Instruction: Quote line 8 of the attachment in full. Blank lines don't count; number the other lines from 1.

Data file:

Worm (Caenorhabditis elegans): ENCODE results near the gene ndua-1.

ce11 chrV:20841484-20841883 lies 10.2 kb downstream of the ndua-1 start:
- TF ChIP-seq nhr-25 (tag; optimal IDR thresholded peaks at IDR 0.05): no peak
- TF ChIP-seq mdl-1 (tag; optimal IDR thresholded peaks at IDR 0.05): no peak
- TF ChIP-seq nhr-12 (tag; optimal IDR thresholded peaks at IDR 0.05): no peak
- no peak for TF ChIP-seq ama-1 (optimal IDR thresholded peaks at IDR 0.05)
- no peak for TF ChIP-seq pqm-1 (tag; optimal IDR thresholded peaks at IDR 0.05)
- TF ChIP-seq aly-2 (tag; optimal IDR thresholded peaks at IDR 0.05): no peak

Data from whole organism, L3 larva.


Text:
- TF ChIP-seq aly-2 (tag; optimal IDR thresholded peaks at IDR 0.05): no peak